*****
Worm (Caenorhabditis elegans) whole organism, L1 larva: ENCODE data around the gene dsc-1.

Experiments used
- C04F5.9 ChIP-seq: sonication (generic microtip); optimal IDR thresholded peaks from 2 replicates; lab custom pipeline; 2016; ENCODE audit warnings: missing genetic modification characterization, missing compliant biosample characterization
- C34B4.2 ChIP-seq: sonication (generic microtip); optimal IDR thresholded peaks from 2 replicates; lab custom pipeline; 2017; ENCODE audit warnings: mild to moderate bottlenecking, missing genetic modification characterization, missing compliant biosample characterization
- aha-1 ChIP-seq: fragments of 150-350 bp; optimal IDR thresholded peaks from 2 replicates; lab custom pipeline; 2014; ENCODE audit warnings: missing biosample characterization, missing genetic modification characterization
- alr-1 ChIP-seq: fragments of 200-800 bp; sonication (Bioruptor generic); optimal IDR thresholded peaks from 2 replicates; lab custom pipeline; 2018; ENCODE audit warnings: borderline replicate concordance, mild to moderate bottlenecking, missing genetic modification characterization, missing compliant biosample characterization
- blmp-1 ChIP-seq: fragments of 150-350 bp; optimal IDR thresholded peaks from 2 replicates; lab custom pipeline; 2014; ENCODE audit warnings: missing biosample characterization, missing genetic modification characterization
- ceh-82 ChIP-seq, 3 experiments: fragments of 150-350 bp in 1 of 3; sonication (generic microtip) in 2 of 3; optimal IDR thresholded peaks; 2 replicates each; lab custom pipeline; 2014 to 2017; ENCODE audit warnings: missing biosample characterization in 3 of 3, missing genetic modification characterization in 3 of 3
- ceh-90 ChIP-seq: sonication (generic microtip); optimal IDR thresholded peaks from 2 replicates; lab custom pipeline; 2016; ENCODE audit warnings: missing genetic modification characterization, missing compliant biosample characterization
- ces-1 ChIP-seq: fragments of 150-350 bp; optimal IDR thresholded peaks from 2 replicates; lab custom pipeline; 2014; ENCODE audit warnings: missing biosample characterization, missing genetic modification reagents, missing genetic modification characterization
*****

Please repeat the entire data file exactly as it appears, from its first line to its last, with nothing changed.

Worm (Caenorhabditis elegans) whole organism, L1 larva: ENCODE data around the gene dsc-1.

Experiments used
- C04F5.9 ChIP-seq: sonication (generic microtip); optimal IDR thresholded peaks from 2 replicates; lab custom pipeline; 2016; ENCODE audit warnings: missing genetic modification characterization, missing compliant biosample characterization
- C34B4.2 ChIP-seq: sonication (generic microtip); optimal IDR thresholded peaks from 2 replicates; lab custom pipeline; 2017; ENCODE audit warnings: mild to moderate bottlenecking, missing genetic modification characterization, missing compliant biosample characterization
- aha-1 ChIP-seq: fragments of 150-350 bp; optimal IDR thresholded peaks from 2 replicates; lab custom pipeline; 2014; ENCODE audit warnings: missing biosample characterization, missing genetic modification characterization
- alr-1 ChIP-seq: fragments of 200-800 bp; sonication (Bioruptor generic); optimal IDR thresholded peaks from 2 replicates; lab custom pipeline; 2018; ENCODE audit warnings: borderline replicate concordance, mild to moderate bottlenecking, missing genetic modification characterization, missing compliant biosample characterization
- blmp-1 ChIP-seq: fragments of 150-350 bp; optimal IDR thresholded peaks from 2 replicates; lab custom pipeline; 2014; ENCODE audit warnings: missing biosample characterization, missing genetic modification characterization
- ceh-82 ChIP-seq, 3 experiments: fragments of 150-350 bp in 1 of 3; sonication (generic microtip) in 2 of 3; optimal IDR thresholded peaks; 2 replicates each; lab custom pipeline; 2014 to 2017; ENCODE audit warnings: missing biosample characterization in 3 of 3, missing genetic modification characterization in 3 of 3
- ceh-90 ChIP-seq: sonication (generic microtip); optimal IDR thresholded peaks from 2 replicates; lab custom pipeline; 2016; ENCODE audit warnings: missing genetic modification characterization, missing compliant biosample characterization
- ces-1 ChIP-seq: fragments of 150-350 bp; optimal IDR thresholded peaks from 2 replicates; lab custom pipeline; 2014; ENCODE audit warnings: missing biosample characterization, missing genetic modification reagents, missing genetic modification characterization